cartman to take a can of powder from which was affirmed on appeal. The the premises of the defendant's coal court construed the findings as hold- yard, and to throw it into the river; ing that the defendant was negligent

the cartman drove off with a companin failing to equip the car properly for ion, and the can, being rotten, broke the transportation of nitroglycerin,

from the jolting of the car, and a porand that its driver drove it over a tion of the powder was scattered along rough piece of road into a rut or de. the route; when the cartman dispression at 10 miles an hour, causing covered that the can was broken, he a jar. It was held that the plaintiff and his companion, having been told was properly permitted to show that that the powder was damaged and was the driver of a companion car notified of no use, threw it—it being in cakes his employer, who promptly dispatched and lumps-into the street; there was another car properly equipped, to a small fire in the street, and some which was transferred the load of boys there threw a portion of the powsuch companion car. The two original der into the fire, resulting in an excars were alike, new commercial cars, plosion which injured the plaintiff, as used but little, and consequently stiff well as other boys. The jury found in their springs and bearings. The a verdict for the plaintiff. On appeal court considered that the evidence the judgment was reversed. The can tended to show that after the explo- had been for a time submerged under sion, at least, the defendant realized water, and had again been wet in dethat such new commercial cars were fendant's store, a month before the not proper vehicles, properly accident, and it was held to be error equipped, for the safe transportation to refuse the offer of defendant's of nitroglycerin, and stated that the counsel to show that the defendant fact that the car was blown up was "submitted the powder for examina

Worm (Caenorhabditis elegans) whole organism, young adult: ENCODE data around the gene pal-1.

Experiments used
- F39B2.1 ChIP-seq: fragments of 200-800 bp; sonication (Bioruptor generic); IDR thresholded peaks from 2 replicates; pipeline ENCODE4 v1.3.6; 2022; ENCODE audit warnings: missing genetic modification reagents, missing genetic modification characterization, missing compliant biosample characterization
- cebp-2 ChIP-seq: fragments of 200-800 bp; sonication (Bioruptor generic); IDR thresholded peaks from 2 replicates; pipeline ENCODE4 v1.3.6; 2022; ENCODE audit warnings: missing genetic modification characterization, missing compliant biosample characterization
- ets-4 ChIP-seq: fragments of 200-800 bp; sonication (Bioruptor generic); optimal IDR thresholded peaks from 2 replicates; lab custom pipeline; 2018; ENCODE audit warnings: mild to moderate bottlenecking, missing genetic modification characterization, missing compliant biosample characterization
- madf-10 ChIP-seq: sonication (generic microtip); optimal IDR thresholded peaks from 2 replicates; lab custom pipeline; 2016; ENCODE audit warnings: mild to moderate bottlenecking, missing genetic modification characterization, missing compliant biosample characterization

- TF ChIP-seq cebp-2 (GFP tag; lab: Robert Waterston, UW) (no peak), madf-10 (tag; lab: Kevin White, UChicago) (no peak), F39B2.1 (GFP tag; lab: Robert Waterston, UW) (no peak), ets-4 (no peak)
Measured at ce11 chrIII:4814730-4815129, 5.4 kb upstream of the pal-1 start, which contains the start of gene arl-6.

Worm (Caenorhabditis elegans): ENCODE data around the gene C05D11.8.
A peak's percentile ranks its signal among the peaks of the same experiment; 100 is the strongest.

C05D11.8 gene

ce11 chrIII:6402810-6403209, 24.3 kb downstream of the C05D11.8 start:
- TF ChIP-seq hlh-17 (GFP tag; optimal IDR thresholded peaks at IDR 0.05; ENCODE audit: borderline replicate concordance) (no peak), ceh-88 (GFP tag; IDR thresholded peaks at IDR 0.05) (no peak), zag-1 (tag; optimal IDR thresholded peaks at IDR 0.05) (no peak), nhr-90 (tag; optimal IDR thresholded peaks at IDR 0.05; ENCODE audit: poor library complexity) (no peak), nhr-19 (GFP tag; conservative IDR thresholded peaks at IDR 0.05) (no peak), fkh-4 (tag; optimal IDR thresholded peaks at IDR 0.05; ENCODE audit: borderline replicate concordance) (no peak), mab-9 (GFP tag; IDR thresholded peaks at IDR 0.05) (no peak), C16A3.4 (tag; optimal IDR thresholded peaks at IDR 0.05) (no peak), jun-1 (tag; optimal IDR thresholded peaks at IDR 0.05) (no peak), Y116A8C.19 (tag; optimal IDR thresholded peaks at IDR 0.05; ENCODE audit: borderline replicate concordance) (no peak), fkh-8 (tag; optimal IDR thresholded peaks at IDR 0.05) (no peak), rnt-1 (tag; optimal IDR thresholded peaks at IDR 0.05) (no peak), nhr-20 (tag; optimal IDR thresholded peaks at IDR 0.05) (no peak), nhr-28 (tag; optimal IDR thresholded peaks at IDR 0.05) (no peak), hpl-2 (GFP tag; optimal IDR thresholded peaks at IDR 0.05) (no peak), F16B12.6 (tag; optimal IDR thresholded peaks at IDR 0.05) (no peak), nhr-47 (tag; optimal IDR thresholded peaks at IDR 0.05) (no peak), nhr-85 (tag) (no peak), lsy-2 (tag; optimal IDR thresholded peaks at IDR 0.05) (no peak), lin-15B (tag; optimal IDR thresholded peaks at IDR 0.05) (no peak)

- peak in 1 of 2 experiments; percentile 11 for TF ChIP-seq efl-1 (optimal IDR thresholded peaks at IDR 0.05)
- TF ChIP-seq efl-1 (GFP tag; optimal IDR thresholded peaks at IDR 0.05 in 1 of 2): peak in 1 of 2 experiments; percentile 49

or